This series covers all areas of research at Perimeter Institute, as well as those outside of PI's scope.
Mass, a concept familiar to all of us, is also
one of the deepest
mysteries in nature. Almost all of the mass in the
you, me and any other stuff that we see around us, emerges from a
quantum field theory, called QCD, which has a completely negligible
microscopic mass content. How does QCD and the family of
theories it belongs to generate a mass?
This class of non-perturbative problems remained largely elusive despite much
In this lecture I will describe in simple terms the basic ideas of gauge symmetry in phase space, its consequences in the form of a deeper redefinition of space and time, and some observable manifestations of an extra space and extra time dimensions.
Entropy plays a fundamental role in quantum information theory through applications ranging from communication theory to condensed matter physics. These applications include finding the best possible communication rates over noisy channels and characterizing ground state entanglement in strongly-correlated quantum systems. In the latter, localized entanglement is often characterized by an area law for entropy. Long-range entanglement, on the other hand, can give rise to topologically ordered materials whose collective excitations are robust against local noise.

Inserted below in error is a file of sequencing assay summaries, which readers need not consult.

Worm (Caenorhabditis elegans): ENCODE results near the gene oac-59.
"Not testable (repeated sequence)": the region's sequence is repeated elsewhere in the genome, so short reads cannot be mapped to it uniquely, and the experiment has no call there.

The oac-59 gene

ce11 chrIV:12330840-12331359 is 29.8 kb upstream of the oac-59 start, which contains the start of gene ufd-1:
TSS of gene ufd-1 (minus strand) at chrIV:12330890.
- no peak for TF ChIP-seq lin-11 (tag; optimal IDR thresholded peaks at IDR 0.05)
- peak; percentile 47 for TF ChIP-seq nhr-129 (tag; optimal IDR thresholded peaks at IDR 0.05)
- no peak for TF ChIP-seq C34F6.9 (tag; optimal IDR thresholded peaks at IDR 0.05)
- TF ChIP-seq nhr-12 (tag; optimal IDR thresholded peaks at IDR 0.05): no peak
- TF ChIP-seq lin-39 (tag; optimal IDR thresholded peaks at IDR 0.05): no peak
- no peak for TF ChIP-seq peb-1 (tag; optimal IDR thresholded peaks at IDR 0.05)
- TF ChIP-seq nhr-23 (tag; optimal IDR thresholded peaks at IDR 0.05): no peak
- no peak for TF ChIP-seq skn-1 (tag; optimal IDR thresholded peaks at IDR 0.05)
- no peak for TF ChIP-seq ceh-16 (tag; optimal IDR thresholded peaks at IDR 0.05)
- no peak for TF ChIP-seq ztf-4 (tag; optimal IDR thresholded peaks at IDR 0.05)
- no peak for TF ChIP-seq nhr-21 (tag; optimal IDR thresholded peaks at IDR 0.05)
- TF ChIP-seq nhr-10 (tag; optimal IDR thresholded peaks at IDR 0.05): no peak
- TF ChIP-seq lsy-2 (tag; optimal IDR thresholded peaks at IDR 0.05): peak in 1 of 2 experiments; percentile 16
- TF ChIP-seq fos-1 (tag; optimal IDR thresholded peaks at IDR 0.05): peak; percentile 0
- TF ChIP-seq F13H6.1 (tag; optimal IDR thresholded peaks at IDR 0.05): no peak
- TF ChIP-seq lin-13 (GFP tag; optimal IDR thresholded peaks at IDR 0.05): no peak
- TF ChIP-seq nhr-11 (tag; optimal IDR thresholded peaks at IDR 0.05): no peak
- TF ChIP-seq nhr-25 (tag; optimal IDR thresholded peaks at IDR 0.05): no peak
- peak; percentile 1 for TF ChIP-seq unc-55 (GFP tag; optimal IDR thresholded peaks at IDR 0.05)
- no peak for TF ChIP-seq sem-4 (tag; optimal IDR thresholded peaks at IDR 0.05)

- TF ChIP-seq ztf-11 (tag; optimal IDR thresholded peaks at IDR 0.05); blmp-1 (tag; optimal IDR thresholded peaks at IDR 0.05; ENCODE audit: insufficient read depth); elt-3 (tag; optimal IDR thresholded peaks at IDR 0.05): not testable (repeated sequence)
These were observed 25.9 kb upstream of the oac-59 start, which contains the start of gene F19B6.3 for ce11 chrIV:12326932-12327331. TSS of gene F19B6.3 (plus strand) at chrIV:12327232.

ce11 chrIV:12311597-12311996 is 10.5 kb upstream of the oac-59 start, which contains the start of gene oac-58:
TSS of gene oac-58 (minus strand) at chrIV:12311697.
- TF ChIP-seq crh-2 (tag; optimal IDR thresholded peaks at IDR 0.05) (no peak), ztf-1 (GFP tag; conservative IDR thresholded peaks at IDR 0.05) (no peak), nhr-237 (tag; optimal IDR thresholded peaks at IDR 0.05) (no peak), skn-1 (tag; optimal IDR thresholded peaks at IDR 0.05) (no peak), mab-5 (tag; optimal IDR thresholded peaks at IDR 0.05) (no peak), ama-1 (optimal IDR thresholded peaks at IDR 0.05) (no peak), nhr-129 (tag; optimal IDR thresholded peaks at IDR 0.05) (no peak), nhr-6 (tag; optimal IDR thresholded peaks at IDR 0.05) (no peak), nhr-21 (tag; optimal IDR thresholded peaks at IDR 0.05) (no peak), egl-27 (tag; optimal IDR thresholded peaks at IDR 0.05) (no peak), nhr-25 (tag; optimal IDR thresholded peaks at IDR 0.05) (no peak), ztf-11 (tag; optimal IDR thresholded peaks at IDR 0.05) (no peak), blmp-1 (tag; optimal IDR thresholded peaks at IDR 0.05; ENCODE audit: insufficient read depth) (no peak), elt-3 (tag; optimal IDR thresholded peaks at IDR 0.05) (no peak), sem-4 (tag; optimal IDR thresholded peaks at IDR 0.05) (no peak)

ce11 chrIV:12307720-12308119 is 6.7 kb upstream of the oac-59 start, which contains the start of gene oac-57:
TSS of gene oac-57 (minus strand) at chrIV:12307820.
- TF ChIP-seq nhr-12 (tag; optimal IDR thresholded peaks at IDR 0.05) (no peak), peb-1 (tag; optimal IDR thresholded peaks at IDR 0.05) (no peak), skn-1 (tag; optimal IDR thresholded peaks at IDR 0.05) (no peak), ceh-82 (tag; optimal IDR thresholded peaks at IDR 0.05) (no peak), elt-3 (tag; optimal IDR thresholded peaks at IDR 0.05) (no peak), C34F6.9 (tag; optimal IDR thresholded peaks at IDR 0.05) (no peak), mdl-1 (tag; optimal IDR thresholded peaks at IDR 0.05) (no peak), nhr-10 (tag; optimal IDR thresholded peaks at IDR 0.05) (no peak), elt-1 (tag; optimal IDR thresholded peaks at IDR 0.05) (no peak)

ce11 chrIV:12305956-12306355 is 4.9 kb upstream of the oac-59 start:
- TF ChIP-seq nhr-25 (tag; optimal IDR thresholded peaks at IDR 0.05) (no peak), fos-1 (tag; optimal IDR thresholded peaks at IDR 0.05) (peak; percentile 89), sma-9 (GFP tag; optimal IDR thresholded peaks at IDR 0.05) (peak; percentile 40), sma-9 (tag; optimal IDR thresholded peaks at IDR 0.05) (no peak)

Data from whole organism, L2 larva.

Black holes lead a double life, simultaneously the dark, enigmatic, hairless consequence of general relativity and the powerful engines lurking at the hearts of galaxies with cosmological consequences.
Quantum gravity is about finding out what is the more fundamental nature of spacetime, as a physical system. Several approaches to quantum gravity, suggest that the very description of spacetime as a continuum fails at shorter distances and higher energies, and should be replaced by one in terms of discrete, pre-geometric degrees of freedom, possibly of combinatorial and algebraic nature.
Condensed matter systems offer a unique opportunity to study "emergence".
Paul Dirac has been called ‘the first truly modern theoretical physicist’. In the latter part of his life, he was obsessed by the idea that the fundamental laws of nature must have mathematical beauty. This was ‘almost a religion to him’, he said. In this talk, I shall trace the origins of his fascination with this idea (going back to his school education) and question the account he gave of his contribution to quantum mechanics and field theory, which he often said emerged from his aesthetic perspective.